Wednesday, November 9, 2016

Wednesday roundup (11-09-2016)

EU Slashes Growth Forecasts (Bloomberg)

EU Commission forecasts Italy to break deficit, debt targets (Reuters)

Spain's new government struggles to draw line under political paralysis (Reuters)

Trump's Election Gives Hope to Europe's Far Right (National Public Radio) Le Pen Says Trump Victory Bodes Well for Election in France (Bloomberg)

Islamist extremists celebrate Trump’s election win (The Washington Post)

Donald Trump's victory is nothing short of a revolution: An era that stretches back to Roosevelt has come to an end. America’s lawmakers must resist falling into line, and challenge the new administration at every turn (The Guardian) Donald Trump Is Elected President in Stunning Repudiation of the Establishment (The New York Times) AN AMERICAN TRAGEDY (The New Yorker)

Q&A: What does Donald Trump’s Presidential victory mean for the economy? (The Telegraph)

U.S. Faces a Startling New Political Reality After Donald Trump’s Victory (The New York Times) Trump Confounds The Pros, Connects With Just The Right Voters (National Public Radio) How Trump won: The revenge of working-class whites (The Washington Post blogs) Six reasons why Donald Trump won the White House (The Sacramento Bee) Donald Trump’s election spells doom for Barack Obama’s legacy (Quartz)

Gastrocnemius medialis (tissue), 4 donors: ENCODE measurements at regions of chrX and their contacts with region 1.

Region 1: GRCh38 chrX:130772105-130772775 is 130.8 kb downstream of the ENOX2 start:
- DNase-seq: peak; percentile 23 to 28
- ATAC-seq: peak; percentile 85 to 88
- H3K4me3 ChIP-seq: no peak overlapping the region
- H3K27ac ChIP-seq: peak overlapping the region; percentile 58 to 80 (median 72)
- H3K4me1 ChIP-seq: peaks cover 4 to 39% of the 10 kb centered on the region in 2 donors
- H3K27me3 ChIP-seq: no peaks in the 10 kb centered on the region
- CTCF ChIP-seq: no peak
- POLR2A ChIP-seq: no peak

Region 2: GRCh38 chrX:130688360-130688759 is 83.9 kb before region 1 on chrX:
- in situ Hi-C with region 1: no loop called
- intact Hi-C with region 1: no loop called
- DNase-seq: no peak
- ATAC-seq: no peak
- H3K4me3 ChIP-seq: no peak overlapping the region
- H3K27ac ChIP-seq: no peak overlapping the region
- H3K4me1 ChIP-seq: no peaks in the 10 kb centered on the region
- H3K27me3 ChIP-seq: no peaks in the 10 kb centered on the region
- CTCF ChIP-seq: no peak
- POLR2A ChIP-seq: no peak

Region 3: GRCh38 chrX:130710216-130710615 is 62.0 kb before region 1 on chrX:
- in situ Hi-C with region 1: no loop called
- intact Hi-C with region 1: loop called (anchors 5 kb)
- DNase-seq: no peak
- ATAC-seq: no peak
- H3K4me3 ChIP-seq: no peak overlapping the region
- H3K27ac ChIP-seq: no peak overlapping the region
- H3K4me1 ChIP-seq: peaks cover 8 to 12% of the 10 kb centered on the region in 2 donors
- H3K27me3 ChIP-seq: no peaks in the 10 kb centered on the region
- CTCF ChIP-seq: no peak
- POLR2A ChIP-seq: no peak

Here Is What Donald Trump Wants To Do In His First 100 Days (National Public Radio) Trump election raises big questions for ObamaCare, immigration, Supreme Court (FoxNews) Factbox: Top goals for President Trump, hurdles in front of him (Reuters)

Republicans keep control of Congress (CNN) Democratic Party in crisis: ‘It could get worse before it gets better,’ says one senior Dem aide. (Politico)

GM to lay off 2,000 workers at two U.S. plants due to slowing sales (Reuters)

Lloyds Banking Group to close 49 branches and cut 665 jobs: Mobile vans being launched to visit affected communities but unions say reductions will have impact on customers (The Guardian)

     The aim of this blog is to show (mostly from reports in mainstream respected news sources) that there is reason to believe that both the United States and the global economies remain fragile in the wake of the financial crisis of 2008 and that a number of threats exist today that could, if they worsened, bring about economic depression -- not just a minor depression, but a depression worse than the Great Depression. Key threats include excessive risk-taking by financial firms, unchecked by effective regulation; the continued existence of "too big to fail" institutions; and most especially, the amassing of levels of public and private debt which could become unsustainable.

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